Westbury High School senior Danielle McDougall was recently recognized for winning first prize in Optimum Community’s Hispanic Heritage Month essay contest.
Middle and high school students were invited to write an essay about a Latino, past or present, with whom they would choose to spend the day with and why. For her winning essay, McDougall wrote about Servero Ochoa, a biochemist and molecular biologist who won the Nobel Prize for discovering an enzyme integral to the synthesis of RNA.
“I was particularly inspired by him because he won a Nobel prize. He had been a professor of biochemistry at NYU and I hope to go to NYU so I found that particularly interesting,” said McDougall. “I found his background and research over the course of decades very fascinating.”
In her essay, McDougall wrote that if she had the chance to spend the day with Ochoa, she would talk to him about his research and travels to Germany and England.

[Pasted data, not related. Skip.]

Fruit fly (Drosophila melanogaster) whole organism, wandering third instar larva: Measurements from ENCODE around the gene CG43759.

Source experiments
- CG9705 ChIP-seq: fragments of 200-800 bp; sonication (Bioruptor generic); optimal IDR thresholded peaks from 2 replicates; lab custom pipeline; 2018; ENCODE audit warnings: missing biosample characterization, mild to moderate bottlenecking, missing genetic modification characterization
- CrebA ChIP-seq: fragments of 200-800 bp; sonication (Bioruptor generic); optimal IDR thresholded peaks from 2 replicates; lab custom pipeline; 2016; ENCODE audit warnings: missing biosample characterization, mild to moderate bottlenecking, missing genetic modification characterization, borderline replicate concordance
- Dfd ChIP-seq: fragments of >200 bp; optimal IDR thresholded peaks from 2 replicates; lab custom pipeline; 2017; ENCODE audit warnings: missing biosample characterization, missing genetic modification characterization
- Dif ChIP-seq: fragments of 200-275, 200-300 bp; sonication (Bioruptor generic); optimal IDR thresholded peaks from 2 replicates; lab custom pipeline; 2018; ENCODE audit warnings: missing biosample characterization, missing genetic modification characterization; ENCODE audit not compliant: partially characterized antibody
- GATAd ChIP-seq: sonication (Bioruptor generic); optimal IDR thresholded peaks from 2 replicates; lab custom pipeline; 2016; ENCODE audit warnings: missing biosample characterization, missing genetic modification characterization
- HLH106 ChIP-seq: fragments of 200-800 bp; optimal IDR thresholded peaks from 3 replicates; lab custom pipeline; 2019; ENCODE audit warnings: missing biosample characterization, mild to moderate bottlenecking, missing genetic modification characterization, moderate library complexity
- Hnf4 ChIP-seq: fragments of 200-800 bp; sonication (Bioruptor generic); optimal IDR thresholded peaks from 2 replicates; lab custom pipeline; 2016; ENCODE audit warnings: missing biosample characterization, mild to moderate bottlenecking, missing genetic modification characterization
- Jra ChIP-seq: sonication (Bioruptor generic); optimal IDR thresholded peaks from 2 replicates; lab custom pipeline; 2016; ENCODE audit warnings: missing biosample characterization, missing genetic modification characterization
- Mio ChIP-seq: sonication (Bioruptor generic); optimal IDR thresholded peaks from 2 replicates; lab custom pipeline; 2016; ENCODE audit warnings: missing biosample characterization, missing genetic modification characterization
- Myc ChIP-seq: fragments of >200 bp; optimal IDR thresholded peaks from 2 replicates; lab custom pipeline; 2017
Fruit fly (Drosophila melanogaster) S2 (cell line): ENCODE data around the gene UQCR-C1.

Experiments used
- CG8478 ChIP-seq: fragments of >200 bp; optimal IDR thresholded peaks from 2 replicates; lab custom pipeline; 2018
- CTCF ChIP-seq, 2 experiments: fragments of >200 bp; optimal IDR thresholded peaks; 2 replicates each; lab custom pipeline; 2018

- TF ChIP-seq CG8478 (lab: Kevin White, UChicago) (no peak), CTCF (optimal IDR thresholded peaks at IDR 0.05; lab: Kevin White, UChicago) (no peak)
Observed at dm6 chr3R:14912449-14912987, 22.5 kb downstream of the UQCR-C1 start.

McDougall was recognized at a ceremony at the high school last week where she read her essay in front of the audience, which included Sen. Jack Martins. She was also awarded an Apple iPad.
The essay contest not only taught McDougall a lot about a breakthrough scientist, but also showed her an important lesson.
“I didn’t expect to win so I learned that if you try, if you put forth your best effort, you never know what will happen,” McDougall said. “As long as you try, that’s the best thing you can do.”
Shahana Khairoola is McDougall’s AP literature teacher and describes her as mature and confident.
“She is one of the most dedicated and hard-working students that I have ever met. She prides herself on doing well in her classes, but she also enjoys learning,” says Khairoola. “I, as well as many other teachers at Westbury High School, am thrilled that Danielle has been recognized for her writing talent and her dedication as a student. She absolutely deserves it.”
The 12th grader is hoping to major in biology and biochemistry in college, and has prepared herself well for a future in science by taking rigorous courses throughout her high school career.
“I’m really interested in the research and hands on aspect of it,” said McDougall. “I like the advancements you make and how you can use them to not only help yourself, but help people, like discovering innovative ways to create resources where there may not be any.”